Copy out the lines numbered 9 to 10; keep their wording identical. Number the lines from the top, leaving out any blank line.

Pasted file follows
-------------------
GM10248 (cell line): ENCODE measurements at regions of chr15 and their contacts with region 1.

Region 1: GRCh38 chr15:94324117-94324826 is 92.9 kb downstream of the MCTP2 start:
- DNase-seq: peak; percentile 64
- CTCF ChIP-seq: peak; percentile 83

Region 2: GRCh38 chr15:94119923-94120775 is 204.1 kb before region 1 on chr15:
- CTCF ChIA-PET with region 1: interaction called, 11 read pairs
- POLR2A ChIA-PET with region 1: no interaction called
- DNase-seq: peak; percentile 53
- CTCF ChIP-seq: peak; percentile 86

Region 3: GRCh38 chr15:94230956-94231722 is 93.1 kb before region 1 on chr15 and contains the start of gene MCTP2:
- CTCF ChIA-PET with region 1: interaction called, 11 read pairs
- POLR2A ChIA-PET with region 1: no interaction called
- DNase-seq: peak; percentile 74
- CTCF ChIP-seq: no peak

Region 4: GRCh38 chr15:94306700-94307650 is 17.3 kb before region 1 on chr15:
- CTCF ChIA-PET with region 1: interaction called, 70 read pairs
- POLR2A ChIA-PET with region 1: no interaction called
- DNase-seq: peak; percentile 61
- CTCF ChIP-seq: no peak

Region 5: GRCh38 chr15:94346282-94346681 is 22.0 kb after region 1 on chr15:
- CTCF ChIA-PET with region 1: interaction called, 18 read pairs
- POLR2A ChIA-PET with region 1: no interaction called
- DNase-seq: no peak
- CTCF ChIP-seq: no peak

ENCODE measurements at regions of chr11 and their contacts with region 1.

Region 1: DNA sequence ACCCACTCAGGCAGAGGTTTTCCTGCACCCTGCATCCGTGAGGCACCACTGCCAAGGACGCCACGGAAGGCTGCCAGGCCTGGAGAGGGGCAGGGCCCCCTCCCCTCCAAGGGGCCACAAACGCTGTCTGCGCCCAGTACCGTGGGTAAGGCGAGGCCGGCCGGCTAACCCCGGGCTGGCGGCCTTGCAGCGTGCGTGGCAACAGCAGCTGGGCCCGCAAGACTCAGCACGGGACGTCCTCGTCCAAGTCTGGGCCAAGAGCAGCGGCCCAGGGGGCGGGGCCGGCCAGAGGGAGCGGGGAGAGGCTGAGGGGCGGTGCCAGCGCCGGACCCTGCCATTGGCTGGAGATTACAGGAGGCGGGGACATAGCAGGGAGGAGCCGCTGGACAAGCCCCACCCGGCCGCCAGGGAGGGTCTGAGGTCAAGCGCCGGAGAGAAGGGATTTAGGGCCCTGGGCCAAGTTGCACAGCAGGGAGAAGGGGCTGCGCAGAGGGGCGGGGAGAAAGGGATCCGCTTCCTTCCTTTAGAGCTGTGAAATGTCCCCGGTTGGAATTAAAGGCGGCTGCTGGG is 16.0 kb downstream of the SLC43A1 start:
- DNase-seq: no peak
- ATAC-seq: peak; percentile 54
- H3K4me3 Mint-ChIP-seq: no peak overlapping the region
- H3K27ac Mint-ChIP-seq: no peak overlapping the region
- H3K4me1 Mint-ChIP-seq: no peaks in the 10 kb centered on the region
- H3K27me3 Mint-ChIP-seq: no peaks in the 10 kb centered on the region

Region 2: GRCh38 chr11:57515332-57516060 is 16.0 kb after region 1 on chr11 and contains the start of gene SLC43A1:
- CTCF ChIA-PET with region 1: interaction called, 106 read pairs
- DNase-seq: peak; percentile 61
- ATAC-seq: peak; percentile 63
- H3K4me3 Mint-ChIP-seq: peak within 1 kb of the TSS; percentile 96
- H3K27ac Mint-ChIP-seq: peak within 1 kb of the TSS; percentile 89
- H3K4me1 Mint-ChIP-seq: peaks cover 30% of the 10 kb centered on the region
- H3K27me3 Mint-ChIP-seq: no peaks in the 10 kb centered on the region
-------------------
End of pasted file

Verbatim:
- CTCF ChIP-seq: peak; percentile 86

Region 3: GRCh38 chr15:94230956-94231722 is 93.1 kb before region 1 on chr15 and contains the start of gene MCTP2: